An Optimistic Analysis of the Means of Implementation for Sustainable Development Goals: Thinking about Goals as Means

Volume (Issue): 8/9

A key but contentious aspect of Sustainable Development Goals (SDGs) is the means of implementation (MOI). Many developing countries emphasize the importance of international
assistance while developed countries focus more on domestic financing and the private sector.
The text of the SDGs includes a broad range of MOI. However, a discussion has arisen about
whether countries should prioritize some goals over others due partly to concerns that MOI may be
insufficient. In contrast, this article argues for a more optimistic outlook concerning MOI and the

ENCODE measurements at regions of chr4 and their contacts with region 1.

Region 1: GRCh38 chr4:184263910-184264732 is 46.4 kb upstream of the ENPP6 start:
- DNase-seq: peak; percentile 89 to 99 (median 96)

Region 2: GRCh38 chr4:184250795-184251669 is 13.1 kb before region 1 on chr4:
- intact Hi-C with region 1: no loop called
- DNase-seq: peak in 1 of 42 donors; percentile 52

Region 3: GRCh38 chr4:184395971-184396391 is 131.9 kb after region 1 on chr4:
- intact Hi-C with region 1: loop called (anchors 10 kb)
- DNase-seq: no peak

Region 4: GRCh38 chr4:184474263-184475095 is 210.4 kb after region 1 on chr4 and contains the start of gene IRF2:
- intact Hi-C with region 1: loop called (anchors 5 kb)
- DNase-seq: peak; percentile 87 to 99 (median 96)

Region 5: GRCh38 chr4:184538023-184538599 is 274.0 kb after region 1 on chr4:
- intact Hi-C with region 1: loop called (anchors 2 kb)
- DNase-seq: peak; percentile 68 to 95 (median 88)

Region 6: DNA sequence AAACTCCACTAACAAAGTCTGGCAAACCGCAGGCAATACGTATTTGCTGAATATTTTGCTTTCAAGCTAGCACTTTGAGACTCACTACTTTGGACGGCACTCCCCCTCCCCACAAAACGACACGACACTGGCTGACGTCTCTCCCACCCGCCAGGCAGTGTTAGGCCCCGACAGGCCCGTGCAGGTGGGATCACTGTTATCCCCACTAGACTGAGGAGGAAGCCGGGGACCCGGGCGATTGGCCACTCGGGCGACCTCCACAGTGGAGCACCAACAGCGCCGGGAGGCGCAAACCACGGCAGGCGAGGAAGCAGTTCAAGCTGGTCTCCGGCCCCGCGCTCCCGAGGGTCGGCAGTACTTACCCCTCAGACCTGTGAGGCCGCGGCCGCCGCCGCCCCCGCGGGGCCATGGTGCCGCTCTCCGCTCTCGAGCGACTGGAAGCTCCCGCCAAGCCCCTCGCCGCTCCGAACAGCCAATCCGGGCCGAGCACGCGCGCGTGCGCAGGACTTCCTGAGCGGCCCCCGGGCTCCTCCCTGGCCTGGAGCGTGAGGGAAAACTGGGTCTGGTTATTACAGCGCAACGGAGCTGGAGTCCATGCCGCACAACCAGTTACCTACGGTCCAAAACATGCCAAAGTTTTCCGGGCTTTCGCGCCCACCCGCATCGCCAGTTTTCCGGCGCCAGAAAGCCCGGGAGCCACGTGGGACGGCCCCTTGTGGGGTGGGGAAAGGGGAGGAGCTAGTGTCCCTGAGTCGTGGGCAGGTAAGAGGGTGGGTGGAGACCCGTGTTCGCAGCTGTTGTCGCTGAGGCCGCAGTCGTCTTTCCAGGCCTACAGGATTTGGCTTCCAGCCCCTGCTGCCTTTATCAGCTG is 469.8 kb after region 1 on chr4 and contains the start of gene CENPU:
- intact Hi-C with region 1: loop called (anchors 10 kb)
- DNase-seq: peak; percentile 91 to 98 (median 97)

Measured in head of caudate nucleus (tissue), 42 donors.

feasibility of achieving the SDGs. First, most SDGs and targets are themselves means—or intermediate goals—contributing to the achievement of other goals. The structure of the SDGs blurs the fact that different goals have different functions, such as providing resources or enabling environments. Greater focus on the interlinkages and synergies among goals could enhance the effectiveness of implementation and reduce costs. Second, integrated planning and implementation, needed for leveraging synergies among goals, will require enhanced capacity, particularly for governance and coordination. We argue that the strengthening of such capacity is a central MOI that requires more attention since it is a precondition for the effective mobilization and deployment of other MOI. Third, although upfront investments may seem high in absolute terms, financial feasibility is realistic when considering existing global financial stocks and flows and the expected benefits.